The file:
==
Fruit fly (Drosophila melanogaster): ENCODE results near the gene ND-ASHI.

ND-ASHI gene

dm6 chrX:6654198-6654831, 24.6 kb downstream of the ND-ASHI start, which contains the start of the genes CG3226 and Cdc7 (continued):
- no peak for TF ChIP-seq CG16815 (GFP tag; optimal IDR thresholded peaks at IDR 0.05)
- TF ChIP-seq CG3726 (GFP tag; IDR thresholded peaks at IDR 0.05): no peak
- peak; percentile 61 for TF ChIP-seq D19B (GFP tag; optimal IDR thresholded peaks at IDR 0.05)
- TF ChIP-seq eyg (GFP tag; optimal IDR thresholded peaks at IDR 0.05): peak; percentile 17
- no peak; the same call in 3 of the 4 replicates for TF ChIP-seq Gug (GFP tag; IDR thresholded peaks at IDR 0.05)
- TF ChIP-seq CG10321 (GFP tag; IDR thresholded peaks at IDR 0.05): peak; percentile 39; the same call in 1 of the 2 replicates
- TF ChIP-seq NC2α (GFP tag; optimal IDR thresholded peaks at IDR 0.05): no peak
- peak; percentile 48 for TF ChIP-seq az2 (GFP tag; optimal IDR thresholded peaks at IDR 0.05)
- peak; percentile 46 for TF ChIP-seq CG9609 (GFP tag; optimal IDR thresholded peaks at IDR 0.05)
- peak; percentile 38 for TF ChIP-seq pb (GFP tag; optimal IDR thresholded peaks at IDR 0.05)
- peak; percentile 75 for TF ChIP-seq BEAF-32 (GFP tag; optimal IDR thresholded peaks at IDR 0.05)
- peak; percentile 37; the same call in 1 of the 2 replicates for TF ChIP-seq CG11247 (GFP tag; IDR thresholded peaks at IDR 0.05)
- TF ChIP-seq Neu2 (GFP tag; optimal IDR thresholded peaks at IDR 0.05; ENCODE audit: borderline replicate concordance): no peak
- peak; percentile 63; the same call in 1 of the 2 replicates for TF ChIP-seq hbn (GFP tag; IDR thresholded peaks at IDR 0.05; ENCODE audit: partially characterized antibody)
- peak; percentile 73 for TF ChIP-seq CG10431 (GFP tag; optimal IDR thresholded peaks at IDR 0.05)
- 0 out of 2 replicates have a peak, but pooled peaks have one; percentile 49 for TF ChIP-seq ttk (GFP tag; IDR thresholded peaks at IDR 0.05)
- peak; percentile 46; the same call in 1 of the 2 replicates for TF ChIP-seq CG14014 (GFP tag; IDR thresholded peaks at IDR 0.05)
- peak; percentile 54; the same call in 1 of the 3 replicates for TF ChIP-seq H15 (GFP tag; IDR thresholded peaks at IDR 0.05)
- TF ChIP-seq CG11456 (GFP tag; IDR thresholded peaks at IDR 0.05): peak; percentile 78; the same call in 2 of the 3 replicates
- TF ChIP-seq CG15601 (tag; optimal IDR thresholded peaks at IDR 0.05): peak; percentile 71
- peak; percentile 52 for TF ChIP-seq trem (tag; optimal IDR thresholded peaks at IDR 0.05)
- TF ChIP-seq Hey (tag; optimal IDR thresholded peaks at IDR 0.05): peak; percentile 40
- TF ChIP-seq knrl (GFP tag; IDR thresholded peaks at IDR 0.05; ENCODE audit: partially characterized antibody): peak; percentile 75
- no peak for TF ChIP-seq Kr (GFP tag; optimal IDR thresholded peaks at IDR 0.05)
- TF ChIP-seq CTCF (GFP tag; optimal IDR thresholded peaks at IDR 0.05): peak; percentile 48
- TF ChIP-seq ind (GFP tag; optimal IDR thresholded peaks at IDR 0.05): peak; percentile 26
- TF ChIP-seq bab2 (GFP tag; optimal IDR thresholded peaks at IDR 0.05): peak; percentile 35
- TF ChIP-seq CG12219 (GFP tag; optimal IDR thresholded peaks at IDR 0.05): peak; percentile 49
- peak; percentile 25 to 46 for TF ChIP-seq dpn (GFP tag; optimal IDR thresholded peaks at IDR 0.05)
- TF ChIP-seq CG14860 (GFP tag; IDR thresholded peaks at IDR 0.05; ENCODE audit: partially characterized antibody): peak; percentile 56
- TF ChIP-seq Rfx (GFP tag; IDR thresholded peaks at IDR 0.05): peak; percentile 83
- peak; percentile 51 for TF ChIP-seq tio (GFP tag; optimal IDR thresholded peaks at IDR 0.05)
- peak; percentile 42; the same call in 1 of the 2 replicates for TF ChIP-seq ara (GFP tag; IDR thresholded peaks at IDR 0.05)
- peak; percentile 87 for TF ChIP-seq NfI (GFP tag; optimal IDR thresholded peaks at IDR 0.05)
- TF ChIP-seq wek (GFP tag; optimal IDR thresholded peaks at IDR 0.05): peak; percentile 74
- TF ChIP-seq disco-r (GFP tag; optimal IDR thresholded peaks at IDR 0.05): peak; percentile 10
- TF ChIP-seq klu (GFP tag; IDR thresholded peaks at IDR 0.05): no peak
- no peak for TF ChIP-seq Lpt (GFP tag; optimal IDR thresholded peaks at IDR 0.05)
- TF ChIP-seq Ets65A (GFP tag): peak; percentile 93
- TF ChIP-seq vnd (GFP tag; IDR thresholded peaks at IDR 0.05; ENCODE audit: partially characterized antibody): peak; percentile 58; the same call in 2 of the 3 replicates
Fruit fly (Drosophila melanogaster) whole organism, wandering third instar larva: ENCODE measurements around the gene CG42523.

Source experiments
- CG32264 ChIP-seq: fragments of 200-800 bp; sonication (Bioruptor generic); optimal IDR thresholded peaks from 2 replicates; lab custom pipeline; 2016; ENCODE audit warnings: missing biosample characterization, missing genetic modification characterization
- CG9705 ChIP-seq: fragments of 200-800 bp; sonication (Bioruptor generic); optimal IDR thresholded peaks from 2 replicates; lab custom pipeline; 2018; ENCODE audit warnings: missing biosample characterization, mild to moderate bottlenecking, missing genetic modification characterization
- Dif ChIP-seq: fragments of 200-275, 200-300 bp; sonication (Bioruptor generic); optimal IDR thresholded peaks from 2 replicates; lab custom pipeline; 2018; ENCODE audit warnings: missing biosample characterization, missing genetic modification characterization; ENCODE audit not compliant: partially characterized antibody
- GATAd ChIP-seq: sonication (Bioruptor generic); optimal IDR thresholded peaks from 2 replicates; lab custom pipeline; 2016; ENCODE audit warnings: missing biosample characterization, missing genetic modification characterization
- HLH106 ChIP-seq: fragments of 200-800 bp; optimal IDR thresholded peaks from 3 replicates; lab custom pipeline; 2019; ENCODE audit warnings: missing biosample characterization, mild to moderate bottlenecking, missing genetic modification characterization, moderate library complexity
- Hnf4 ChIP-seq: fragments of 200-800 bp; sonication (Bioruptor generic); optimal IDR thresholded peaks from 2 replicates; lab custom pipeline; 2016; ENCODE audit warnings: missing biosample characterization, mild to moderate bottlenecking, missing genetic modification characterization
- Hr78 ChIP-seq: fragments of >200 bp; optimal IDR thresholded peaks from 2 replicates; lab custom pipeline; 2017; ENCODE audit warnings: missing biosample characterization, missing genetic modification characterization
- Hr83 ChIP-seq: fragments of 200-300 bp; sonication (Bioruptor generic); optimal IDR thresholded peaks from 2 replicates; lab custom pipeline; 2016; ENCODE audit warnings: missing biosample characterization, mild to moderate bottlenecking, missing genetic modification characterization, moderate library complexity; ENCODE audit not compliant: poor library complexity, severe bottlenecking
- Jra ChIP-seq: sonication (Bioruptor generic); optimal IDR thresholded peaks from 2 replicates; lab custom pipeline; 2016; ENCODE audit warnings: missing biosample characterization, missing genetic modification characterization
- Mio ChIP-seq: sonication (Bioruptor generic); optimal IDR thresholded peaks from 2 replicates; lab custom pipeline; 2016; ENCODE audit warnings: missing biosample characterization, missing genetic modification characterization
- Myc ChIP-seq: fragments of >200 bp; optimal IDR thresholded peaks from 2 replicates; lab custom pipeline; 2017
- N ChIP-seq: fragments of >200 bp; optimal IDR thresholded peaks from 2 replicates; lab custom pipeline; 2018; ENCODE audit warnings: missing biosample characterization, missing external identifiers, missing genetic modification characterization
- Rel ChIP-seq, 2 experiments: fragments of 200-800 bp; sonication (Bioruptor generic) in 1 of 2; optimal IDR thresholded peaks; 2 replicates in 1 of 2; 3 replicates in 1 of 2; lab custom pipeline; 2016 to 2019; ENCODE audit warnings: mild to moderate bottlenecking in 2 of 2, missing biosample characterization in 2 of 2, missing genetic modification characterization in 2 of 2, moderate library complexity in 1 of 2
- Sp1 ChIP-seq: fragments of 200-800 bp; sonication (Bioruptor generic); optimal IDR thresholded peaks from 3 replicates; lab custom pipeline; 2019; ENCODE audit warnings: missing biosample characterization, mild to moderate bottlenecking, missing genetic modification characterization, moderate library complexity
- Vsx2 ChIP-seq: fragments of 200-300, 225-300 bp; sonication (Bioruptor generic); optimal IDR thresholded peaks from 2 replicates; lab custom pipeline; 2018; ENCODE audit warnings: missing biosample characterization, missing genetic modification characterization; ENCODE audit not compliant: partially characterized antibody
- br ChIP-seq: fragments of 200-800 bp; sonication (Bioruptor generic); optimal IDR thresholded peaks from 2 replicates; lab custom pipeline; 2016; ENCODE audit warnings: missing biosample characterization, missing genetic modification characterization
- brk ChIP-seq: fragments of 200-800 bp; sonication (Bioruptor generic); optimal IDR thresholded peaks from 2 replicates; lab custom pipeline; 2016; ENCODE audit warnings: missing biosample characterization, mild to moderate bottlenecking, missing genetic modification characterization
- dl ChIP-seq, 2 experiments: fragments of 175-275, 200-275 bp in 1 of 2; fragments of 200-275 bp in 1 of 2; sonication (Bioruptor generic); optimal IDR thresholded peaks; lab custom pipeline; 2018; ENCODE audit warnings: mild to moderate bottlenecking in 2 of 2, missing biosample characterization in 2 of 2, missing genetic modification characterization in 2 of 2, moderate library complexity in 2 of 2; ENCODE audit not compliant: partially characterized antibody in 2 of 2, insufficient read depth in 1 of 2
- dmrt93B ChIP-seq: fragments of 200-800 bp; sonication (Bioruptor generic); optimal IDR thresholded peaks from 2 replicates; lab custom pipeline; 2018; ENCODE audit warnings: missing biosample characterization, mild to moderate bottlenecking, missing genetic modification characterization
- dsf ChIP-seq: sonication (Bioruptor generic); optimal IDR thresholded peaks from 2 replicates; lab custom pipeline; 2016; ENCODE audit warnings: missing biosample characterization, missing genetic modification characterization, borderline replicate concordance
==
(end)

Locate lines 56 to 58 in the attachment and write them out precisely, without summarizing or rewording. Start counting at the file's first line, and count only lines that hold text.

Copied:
- Myc ChIP-seq: fragments of >200 bp; optimal IDR thresholded peaks from 2 replicates; lab custom pipeline; 2017
- N ChIP-seq: fragments of >200 bp; optimal IDR thresholded peaks from 2 replicates; lab custom pipeline; 2018; ENCODE audit warnings: missing biosample characterization, missing external identifiers, missing genetic modification characterization
- Rel ChIP-seq, 2 experiments: fragments of 200-800 bp; sonication (Bioruptor generic) in 1 of 2; optimal IDR thresholded peaks; 2 replicates in 1 of 2; 3 replicates in 1 of 2; lab custom pipeline; 2016 to 2019; ENCODE audit warnings: mild to moderate bottlenecking in 2 of 2, missing biosample characterization in 2 of 2, missing genetic modification characterization in 2 of 2, moderate library complexity in 1 of 2